• Charlie Vogelsang

The Lost Shoes (2020) Review

A documentary showing how one naïve man from the countryside can side with terrorists to serve his political and moral agenda.

Loosely inspired by The Lost Shoes, Holy Water and Red Brigades by Armando Lanza, The Lost Shoes follows Lanza intertwining his personal life with his revolutionary efforts through history. Directed by Tomaso Aramini and Rafqfuad Yarahmadi, it explores Lanza’s political journey as a militant in the ranks of the Revolutionary Left and then the guerrilla outfit known as The Red Brigades.

Lanza begins as an idealistic but compassionate young man who eventually becomes a violent terrorist with The Red Brigades. They are notorious for being involved in numerous incidents including abducting and murdering prominent politicians and military personnel. One of the biggest questions posed throughout, is what drives humans to do this and pinpoint the moment that Lanza became so extreme.

Throughout the documentary, both directors incorporate interviews, archive footage, news reports and fresh, modern footage into its narrative. It’s an effective way to tell Lanza’s story without it being a simple recollection by him. The multitude of media really make the documentary more engaging and allow the audience to experience history with Lanza, rather than just listening to him talk through it like a lecture.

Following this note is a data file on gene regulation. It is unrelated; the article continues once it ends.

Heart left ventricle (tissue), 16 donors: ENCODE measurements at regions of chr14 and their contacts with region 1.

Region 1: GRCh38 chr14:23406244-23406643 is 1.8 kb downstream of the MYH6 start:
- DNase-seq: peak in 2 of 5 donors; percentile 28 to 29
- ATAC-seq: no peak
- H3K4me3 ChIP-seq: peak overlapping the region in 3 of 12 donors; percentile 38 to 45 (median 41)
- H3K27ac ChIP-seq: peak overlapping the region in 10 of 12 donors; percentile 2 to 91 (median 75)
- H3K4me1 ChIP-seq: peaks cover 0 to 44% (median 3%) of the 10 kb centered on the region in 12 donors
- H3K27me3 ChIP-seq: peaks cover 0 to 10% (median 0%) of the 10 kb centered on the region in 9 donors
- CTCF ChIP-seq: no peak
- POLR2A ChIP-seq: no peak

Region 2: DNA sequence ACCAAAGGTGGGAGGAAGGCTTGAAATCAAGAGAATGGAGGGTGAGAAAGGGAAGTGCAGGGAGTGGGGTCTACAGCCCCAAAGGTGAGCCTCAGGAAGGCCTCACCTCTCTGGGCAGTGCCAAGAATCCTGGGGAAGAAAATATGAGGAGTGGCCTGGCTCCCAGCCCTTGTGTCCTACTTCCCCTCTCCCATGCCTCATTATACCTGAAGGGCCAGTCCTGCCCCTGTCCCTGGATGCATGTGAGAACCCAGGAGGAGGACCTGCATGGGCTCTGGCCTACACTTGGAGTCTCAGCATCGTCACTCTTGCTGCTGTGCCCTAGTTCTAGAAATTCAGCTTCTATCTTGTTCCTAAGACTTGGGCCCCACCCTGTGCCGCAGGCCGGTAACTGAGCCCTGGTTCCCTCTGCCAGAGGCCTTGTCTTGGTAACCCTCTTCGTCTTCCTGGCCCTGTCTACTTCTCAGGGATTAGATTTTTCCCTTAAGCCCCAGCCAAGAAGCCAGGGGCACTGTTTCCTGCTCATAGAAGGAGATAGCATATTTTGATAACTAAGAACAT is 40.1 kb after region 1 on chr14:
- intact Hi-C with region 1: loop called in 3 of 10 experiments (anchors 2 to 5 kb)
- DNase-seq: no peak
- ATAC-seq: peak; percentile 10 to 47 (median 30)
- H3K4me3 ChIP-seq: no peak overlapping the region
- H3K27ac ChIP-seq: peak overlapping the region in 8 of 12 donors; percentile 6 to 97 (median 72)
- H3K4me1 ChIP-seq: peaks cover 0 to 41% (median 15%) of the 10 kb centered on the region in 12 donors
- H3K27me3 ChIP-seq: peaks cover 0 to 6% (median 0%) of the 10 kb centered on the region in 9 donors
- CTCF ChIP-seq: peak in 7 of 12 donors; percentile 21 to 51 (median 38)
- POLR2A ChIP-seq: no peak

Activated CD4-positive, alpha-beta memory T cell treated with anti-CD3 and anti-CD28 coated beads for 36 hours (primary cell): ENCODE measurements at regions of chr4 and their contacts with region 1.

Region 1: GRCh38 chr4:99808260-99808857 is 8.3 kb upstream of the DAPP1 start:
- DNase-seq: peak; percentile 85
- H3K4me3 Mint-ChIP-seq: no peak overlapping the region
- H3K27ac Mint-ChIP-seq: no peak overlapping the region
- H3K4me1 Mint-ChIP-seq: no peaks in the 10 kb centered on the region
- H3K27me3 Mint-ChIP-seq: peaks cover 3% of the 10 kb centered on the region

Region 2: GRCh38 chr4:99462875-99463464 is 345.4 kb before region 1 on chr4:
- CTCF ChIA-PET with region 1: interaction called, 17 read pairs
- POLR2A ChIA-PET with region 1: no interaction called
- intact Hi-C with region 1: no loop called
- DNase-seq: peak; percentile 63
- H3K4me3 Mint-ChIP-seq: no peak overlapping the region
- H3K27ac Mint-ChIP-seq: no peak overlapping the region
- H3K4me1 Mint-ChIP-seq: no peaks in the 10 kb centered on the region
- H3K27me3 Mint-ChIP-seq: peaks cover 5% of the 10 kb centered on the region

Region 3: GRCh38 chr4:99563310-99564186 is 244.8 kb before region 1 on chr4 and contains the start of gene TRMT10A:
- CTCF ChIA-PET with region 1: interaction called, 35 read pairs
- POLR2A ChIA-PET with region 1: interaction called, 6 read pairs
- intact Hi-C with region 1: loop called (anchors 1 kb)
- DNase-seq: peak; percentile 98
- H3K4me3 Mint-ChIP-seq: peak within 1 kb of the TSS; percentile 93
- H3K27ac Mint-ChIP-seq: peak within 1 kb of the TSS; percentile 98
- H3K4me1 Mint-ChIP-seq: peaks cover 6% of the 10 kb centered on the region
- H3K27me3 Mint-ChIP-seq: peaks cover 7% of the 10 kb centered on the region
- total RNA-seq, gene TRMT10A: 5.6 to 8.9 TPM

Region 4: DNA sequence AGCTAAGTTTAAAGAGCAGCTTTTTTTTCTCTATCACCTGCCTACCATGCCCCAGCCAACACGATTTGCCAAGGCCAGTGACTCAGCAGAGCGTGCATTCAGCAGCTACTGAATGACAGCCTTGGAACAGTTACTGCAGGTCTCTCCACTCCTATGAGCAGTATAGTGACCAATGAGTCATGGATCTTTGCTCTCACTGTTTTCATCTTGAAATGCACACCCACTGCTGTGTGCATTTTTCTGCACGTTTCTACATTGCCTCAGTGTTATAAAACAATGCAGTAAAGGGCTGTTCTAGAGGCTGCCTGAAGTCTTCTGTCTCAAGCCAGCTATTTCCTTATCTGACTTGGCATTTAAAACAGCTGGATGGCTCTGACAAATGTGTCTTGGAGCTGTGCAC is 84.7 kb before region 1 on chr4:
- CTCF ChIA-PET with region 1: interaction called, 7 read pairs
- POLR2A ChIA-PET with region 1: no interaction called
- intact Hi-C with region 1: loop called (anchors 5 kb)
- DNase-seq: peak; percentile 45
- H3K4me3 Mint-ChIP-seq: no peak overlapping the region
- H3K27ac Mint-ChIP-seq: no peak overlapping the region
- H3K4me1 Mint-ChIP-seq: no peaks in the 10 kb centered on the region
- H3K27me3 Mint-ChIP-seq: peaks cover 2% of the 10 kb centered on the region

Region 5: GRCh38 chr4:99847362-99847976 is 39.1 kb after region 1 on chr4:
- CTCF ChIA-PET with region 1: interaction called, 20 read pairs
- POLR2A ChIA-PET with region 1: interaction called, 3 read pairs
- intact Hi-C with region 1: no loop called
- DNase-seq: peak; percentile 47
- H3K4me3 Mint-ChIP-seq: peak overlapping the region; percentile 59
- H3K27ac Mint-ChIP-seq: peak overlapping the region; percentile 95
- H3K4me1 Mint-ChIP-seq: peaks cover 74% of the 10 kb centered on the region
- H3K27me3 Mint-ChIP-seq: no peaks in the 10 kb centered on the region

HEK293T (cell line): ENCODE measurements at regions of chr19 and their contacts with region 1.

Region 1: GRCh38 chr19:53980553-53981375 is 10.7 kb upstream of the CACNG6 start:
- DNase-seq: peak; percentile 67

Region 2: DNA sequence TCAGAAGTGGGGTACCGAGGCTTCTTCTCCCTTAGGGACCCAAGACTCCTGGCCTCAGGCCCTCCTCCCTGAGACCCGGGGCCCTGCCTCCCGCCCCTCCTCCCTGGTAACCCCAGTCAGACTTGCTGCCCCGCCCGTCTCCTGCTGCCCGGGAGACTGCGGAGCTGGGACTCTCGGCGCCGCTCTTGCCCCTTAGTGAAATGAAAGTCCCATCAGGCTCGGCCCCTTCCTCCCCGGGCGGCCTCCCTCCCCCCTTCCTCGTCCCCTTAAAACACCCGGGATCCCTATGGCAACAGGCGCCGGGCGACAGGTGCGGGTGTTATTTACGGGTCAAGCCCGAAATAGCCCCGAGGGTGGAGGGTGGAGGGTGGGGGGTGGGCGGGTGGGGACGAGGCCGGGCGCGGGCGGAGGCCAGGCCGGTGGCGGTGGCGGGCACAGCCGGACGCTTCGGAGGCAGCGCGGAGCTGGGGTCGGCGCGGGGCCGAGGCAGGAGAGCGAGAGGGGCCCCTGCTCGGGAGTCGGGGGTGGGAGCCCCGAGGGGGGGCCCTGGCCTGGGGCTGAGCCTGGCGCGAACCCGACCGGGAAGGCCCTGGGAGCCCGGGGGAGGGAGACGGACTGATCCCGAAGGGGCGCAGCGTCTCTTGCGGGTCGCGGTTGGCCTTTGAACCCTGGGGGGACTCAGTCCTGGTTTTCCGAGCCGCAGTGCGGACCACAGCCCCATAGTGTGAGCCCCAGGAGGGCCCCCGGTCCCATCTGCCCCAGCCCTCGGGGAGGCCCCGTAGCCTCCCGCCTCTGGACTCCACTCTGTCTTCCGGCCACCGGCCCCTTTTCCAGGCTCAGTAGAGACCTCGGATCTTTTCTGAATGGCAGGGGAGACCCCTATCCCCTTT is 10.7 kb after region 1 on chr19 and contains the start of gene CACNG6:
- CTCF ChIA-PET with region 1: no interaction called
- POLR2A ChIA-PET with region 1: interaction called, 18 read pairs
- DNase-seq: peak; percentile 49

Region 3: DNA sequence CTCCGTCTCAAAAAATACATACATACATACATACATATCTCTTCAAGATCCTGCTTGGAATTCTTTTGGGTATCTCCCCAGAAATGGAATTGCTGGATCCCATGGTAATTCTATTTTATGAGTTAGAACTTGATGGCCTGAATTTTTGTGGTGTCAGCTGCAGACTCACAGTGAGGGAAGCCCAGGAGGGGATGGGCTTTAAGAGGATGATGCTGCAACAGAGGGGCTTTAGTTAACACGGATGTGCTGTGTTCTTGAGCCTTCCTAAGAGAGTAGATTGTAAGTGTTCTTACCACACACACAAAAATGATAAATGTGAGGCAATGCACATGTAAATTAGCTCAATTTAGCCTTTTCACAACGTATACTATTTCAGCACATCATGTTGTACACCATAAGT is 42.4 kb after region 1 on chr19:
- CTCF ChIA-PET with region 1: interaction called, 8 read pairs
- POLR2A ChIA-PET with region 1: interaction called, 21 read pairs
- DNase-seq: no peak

There are so many interviewees in The Lost Shoes that you have to be on your toes to keep up. Using multiple people from different sides of life really gives more weight to the story and portrays a full world rather than someone’s point of view. It makes the documentary more credible and informative instead of showing one-sided propaganda.

The Lost Shoes is a marvellous documentary

For first-time directors of a feature documentary, it’s impressive that Aramini and Yarahamadi manage to make it feel so balanced and unbiased. They show Lanza in a considerate way - but don’t let him completely off the hook. We are shown the subject in a sympathetic light through his family and naivety as a young man, but then shown shades of darkness through his political involvement. It makes Lanza such an interesting watch as his morals are ambiguous like most of humanity.

Unfortunately, some of the interviews do drag on a little bit. At times, it feels like a conversation between Lanza and someone else that almost boxes the audience out - it can be quite boring after a few minutes. In contrast to the other visuals of bright colours and unique artwork, the interviews are shot in the same style. Due to their length, that’s why they seem a little long-winded. Perhaps if the interviews were edited more or shot differently, they wouldn’t have seemed as laboured.

Overall, though, The Lost Shoes is a marvellous documentary and the way the directors show Lanza’s story is phenomenal. It’s strange to sympathise with someone who has been involved in dangerous and horrible acts but they explain the morals behind it which makes you at least appreciate his reasoning. Lanza wanted to give everyone their rights and fight against the fascists - but sadly ended up in a world of hate. It'll make you think about your own actions and what you'd do to support what you believe in.

With the sinister music to fit the dark tones mixed with the visuals, The Lost Shoes is a documentary you should check out if you love history mixed with great filmmaking.